After crossing the Rappahannock River we lumbered up the hills on the far side and eventually made it to the Locust Grove control at Mile 48. It was beginning to warm a bit and I swapped out my winter gloves for regular full fingered ones. I stored the winter gloves in my new saddle bag, which received more than a few compliments. My bike barely drew a glance, but the bag impressed. Interesting.
I was in good spirits as I left the control. My energy was high and I was ten minutes ahead of last year’s pace. I shoved off alone for the Wilderness Battlefield and entered into the next phase of the ride:
On every organized ride I have ever been on, there comes periods where you are by yourself on the road. I’ve ridden for many miles by myself, often out of sight of another rider. Sometimes I’ve gone as long as twenty miles like this. Little did I know at the time, but I was about to ride the next 80 miles alone. Apart from brief conversations at control points, I would spend the next six and a half hours alone with my thoughts.
Fortunately for me, I am a very interesting person.
I’ve explained these battles in the past and won’t bore you with the details again. Wilderness Battlefield Park is a narrow strip of land with a road running through it. Much of the land is forested and occasional markers are placed alongside to describe an important aspect of the fighting. After four miles, I left the park, pedaled past the site where Confederate General James Longstreet was mistakenly shot by his own men (the Confederates had a habit of mistakenly shooting their better generals) and made for Spotsylvania Battlefield nine miles away.
The roads were mostly dry and the temperatures had warmed to the point where the early morning ice was no longer an issue. There was definitely more snow in this area than in Bristow, despite being fifty miles to the south. The sound of generators running in some of the homes was evidence that power had not yet been restored.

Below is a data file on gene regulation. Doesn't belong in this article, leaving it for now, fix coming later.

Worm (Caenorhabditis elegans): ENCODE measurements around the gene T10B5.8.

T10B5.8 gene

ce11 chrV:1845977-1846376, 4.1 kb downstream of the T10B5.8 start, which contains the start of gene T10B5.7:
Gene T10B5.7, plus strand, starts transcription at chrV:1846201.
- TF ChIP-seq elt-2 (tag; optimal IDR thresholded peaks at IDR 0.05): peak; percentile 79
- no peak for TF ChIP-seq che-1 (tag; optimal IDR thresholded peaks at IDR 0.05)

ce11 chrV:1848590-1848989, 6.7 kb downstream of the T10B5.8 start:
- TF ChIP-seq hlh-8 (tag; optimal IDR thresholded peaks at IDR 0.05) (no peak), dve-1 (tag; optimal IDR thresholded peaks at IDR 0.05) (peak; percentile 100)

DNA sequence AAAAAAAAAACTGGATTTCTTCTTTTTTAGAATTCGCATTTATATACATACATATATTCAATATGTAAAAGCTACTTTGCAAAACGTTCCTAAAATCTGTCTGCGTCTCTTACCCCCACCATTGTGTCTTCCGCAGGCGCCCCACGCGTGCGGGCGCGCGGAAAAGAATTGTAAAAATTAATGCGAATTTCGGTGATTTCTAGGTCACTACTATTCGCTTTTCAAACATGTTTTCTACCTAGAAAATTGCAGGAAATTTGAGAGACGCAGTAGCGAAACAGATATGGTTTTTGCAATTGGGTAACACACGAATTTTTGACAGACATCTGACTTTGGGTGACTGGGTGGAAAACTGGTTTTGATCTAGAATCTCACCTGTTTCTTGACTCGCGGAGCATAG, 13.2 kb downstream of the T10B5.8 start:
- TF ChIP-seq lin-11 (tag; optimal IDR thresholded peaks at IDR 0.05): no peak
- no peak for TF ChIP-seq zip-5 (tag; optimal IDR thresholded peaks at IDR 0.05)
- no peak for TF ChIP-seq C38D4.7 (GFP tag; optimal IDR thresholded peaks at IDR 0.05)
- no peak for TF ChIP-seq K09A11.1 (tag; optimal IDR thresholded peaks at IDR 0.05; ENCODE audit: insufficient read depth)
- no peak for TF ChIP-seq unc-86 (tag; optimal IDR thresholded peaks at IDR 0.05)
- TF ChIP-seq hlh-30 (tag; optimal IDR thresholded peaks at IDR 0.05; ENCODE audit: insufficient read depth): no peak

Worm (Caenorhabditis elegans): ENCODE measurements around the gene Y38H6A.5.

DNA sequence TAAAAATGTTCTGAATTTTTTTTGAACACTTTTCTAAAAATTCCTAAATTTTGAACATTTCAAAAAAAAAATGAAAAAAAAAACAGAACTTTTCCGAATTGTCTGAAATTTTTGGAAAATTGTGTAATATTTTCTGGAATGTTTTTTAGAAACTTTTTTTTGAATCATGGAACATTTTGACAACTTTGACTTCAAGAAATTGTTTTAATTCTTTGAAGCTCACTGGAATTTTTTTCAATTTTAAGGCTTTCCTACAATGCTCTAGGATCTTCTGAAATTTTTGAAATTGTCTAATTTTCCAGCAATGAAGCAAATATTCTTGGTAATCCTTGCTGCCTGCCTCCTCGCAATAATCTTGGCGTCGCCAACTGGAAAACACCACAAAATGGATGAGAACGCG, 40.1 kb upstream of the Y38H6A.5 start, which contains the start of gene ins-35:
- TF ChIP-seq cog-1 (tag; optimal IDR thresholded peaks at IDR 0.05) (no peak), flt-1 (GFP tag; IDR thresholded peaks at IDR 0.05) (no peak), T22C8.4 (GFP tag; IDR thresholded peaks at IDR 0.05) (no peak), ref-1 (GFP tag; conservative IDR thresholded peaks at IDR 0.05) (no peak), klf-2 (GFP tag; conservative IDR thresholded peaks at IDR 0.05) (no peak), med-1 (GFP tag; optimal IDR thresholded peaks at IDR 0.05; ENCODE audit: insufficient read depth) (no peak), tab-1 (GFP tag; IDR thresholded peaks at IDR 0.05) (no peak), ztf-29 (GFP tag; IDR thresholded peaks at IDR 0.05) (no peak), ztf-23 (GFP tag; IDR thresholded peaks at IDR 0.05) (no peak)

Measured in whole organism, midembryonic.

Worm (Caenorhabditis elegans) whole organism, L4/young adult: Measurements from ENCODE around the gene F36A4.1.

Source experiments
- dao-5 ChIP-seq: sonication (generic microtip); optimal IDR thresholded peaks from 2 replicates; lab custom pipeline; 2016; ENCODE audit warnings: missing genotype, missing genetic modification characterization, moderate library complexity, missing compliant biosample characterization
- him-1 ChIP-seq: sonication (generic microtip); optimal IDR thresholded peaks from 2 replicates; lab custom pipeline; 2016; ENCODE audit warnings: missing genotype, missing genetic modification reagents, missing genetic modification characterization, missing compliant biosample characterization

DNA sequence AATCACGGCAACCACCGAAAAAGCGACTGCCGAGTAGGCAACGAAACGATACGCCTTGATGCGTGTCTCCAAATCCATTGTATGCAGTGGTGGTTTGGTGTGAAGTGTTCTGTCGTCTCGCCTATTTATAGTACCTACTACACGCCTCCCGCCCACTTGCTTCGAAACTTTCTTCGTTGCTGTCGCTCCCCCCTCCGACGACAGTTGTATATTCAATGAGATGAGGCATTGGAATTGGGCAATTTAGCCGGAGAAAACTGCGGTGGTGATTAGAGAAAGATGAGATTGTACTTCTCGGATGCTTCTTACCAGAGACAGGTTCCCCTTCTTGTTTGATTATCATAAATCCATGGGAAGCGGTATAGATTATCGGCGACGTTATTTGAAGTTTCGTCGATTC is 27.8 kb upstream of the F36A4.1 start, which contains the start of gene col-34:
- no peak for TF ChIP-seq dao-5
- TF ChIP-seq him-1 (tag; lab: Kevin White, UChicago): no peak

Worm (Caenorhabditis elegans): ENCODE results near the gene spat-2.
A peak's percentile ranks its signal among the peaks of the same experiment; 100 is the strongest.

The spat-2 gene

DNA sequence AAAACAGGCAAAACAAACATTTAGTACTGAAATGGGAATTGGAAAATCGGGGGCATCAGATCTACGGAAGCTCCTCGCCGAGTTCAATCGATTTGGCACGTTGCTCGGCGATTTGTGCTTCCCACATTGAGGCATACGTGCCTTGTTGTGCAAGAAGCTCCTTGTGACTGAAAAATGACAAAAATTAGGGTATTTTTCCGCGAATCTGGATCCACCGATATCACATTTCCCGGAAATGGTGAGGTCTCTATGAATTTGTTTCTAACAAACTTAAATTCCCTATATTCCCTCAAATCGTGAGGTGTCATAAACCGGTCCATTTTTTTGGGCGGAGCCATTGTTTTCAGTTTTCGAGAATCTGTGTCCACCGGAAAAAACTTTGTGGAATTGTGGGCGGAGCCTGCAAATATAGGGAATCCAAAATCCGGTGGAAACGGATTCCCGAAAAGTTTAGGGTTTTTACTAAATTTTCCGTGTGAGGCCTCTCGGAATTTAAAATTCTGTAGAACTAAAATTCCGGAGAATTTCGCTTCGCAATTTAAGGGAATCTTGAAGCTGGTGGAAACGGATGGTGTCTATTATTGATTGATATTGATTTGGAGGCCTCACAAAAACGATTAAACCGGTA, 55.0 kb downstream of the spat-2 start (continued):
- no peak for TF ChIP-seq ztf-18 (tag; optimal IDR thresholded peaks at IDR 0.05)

Spotsylvania Battlefield was right where I left it one year ago. There are a few more roads in this park than the Wilderness. The major road I was on runs in a loop past several key parts of the battle. I stopped at an “information control” and answered a question based on one of the historical markers.
After that, it was time for lunch. I was very hungry and the town of Spotsylvania was only three miles away. I pulled into a 7-11 and pondered my options. I eventually settled on a sandwich and the free bottle of Mountain Dew that came with it. There were a few other cyclists there, grabbing something to eat. Mostly everyone kept to themselves.
I sat in the sun on a sidewalk and thought about the ride so far. I was at the halfway point with a pace exactly like last year’s. The day was becoming quite pleasant but I wasn’t going to take off my winter jacket just yet. I read cheerful texts of support from my wife, drained my soda, and saddled up for the rest of the trip. It was beginning to dawn on me that this would be done by myself as no groups of cyclists seemed to present themselves they way they usually do for me.
Beating last year’s time would be challenging, but I believed I had a good shot as I was considerably lighter than last year and presumably in better shape. Check back here to see if I actually did it.